Whether you’re marketing petroleum products or raising cattle, the key to success is staying competitive.
 That, Jim Woods would tell you, is a matter of knowing what customers want, which product can best fill their needs and how to provide it most efficiently.
“You have to find what produces the most in the least amount of time with the least investment,” said Jim, who has owned and operated a distributorship for finished oil products for more than 40 years and been in the cattle business even longer.
At 19, Jim was working for Sun Oil Company in Tulsa, Okla., when he began his first venture into cattle, leasing land on which he could raise bottle calves.
“I jumped in slow,” he said of his entrepreneurship. “I’d buy calves when they were two or three days old for $2 or $2.50 apiece and take them home and raise them on the bottle. When they got to be about 400 pounds, I’d sell them.”
Jim worked his way through several jobs at the oil company, learning all the way, and eventually purchased a Sun distributorship at Miami, Okla., when he was 32. Jim Woods Marketing now supplies gas to convenience stores, schools and cities in the four-state area.
But he never gave up his animals. These days, he shares the operation of the oil company with his brother, who works in the Oklahoma office. With the advantage of modern technology, Jim works from his home in Missouri, where he has lived for the past six years and where runs a small herd of beef cattle.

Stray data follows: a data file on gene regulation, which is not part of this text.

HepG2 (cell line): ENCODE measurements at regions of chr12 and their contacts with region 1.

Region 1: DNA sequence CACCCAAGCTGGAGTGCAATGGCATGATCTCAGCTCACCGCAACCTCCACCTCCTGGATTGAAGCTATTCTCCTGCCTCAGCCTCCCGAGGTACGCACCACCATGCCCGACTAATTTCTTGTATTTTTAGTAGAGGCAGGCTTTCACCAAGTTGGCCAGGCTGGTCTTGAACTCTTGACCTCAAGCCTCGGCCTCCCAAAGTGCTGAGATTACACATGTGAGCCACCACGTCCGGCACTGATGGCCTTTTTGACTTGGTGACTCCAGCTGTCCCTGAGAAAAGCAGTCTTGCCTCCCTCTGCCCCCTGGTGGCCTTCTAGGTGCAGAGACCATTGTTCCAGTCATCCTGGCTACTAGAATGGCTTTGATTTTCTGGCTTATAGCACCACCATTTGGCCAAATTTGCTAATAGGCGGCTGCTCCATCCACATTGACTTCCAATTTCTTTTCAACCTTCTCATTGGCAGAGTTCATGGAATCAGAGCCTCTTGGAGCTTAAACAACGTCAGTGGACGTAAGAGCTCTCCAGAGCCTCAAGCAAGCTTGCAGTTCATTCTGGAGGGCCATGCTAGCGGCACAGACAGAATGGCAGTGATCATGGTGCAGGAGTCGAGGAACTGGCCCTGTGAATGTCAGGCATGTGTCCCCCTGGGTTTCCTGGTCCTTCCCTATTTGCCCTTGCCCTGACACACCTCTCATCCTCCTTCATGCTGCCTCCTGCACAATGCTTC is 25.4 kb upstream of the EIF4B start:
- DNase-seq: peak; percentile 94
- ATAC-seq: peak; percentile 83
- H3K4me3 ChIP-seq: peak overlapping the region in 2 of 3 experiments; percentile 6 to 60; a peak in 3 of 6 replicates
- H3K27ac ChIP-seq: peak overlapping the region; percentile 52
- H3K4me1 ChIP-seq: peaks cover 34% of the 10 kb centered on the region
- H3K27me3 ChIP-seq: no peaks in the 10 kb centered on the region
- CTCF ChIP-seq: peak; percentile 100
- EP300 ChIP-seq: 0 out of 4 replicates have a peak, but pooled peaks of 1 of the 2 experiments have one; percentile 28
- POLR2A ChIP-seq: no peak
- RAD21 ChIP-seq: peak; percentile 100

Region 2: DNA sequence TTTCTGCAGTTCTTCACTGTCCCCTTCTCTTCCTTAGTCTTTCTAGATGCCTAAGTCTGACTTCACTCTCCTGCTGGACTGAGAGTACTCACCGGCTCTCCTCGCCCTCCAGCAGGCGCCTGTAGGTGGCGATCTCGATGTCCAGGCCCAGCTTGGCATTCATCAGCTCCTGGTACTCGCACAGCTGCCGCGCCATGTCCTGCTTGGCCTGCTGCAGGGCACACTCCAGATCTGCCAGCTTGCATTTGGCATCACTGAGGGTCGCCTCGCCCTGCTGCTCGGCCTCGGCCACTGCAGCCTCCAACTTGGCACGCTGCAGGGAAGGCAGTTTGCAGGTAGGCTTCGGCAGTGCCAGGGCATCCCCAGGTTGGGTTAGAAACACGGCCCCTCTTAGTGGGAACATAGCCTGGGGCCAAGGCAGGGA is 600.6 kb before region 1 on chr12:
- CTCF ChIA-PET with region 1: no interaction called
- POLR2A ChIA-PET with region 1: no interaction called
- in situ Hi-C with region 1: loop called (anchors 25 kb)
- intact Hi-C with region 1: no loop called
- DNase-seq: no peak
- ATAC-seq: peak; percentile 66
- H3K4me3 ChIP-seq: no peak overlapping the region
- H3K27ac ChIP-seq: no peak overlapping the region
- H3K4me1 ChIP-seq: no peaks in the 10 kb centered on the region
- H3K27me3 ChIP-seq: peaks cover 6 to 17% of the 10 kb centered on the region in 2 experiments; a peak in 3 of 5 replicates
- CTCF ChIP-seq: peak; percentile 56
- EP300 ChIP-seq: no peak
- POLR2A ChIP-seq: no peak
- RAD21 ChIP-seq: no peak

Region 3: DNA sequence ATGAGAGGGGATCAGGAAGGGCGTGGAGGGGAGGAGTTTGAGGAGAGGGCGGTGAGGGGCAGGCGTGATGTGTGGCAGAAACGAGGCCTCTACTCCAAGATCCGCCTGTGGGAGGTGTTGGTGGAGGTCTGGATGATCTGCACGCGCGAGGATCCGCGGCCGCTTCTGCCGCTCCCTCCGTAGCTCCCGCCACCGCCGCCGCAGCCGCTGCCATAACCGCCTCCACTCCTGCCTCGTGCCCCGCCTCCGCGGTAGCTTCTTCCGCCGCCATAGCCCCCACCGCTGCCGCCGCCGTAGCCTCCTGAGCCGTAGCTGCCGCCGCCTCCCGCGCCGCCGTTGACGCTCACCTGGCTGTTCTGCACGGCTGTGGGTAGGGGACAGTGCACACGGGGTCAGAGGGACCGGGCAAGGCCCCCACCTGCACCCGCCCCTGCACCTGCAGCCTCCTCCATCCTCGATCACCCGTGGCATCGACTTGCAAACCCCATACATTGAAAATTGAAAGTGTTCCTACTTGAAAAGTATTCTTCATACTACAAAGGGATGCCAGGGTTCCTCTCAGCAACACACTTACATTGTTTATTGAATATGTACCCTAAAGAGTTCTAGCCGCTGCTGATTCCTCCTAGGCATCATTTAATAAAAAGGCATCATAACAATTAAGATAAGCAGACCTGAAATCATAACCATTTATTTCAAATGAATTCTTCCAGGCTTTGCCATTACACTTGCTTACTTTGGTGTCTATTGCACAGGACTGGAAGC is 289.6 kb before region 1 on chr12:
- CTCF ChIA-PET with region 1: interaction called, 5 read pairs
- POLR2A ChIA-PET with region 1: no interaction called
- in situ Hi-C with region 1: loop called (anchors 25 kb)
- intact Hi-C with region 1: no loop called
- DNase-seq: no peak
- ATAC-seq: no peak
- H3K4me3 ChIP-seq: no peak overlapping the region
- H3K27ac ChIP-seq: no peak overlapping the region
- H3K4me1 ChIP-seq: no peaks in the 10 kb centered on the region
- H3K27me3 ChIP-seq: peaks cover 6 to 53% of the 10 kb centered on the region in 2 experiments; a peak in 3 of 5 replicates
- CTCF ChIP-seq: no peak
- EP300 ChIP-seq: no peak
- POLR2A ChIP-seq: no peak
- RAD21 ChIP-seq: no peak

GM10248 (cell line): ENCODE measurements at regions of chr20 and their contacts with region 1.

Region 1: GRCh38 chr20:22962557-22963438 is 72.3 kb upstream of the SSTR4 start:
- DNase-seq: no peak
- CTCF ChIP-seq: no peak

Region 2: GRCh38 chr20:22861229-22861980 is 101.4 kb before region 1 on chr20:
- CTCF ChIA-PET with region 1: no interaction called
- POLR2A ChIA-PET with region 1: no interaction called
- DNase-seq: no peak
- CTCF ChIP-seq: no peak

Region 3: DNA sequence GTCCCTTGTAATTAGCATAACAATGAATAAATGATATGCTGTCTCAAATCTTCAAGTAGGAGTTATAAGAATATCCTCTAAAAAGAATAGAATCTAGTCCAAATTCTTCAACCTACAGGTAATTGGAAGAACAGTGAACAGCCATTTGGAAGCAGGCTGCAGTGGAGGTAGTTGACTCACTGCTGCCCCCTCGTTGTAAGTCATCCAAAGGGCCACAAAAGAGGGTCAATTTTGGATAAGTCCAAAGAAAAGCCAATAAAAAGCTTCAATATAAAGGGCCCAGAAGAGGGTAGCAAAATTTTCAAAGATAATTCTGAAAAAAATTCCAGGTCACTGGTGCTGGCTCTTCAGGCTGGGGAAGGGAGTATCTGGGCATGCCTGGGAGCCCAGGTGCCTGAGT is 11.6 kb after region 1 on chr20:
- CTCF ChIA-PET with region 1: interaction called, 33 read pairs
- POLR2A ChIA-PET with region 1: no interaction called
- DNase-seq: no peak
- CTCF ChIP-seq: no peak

“I’ve always enjoyed cattle,” he said. “I think it’s the new life and the challenge of growing something, watching it producing and multiplying.”
Like his career in the oil business, Jim’s goal as a beef producer always has been to improve and develop the most efficient operation possible. Often, that has meant change, including the types of animals in his herd.
“I’ve probably raised 15 breeds of cattle during my lifetime,” Jim said.
He has never been more satisfied with the performance of any breed than the registered Gelbvieh that range the pastures on the 150 acres he and his brother own near Granby, Mo.
“I like them for their mothering ability, because their disposition is as good or better than any cattle I’ve ever raised, and calves when they wean off weigh 65 to 80 percent of their mothers’ weight at 205 days,” Jim said. “At a little less than seven months, they weigh 650 to 830 pounds.”
In addition, Gelbvieh are noted in the industry for feed efficiency and lean, quality carcasses. Female traits include excellent milk production, fertility and calving ease. Taken all together, that translates to the cost efficiency and marketability Jim is looking for in a herd.
One of the oldest Continental breeds, Gelbvieh orginated in Bavaria and were first imported into the United States in 1971. Jim bought his first about five years ago and has been a fan ever since. Currently, he runs about 30 head, but plans to increase his herd with the purchase of a couple of bulls in March, as well as the addition of more females.
Jim sometimes keeps some calves from his females, but in these first years has concentrated on building the quality of his herd through purchases of heifers from the top 10 bloodlines in the National Gelbvieh Association. That strategy is paying off.
“I have some super fine bloodline heifers down there now,” he said.
Jim said that other than care in breeding, he doesn’t have any specific methods for keeping his herd healthy, happy and improving.
“Just good care, a good program of medicine and a good balanced diet,” he suggested.
A member of the 4-State Gelbvieh Association as well as the National Gelbvieh Association, Jim sells primarily by private treaty, sometimes offering animals at registered Gelbvieh sales.
Although his is a small operation, Jim’s farm still is viable and proof that smaller farms can be competitive and successful — because he knows his customers and his product and how to provide it.
“You always have to look at the bottom line,” he said. “ We raise as good animals as anyone — or better — and still make money— and enjoy it.”


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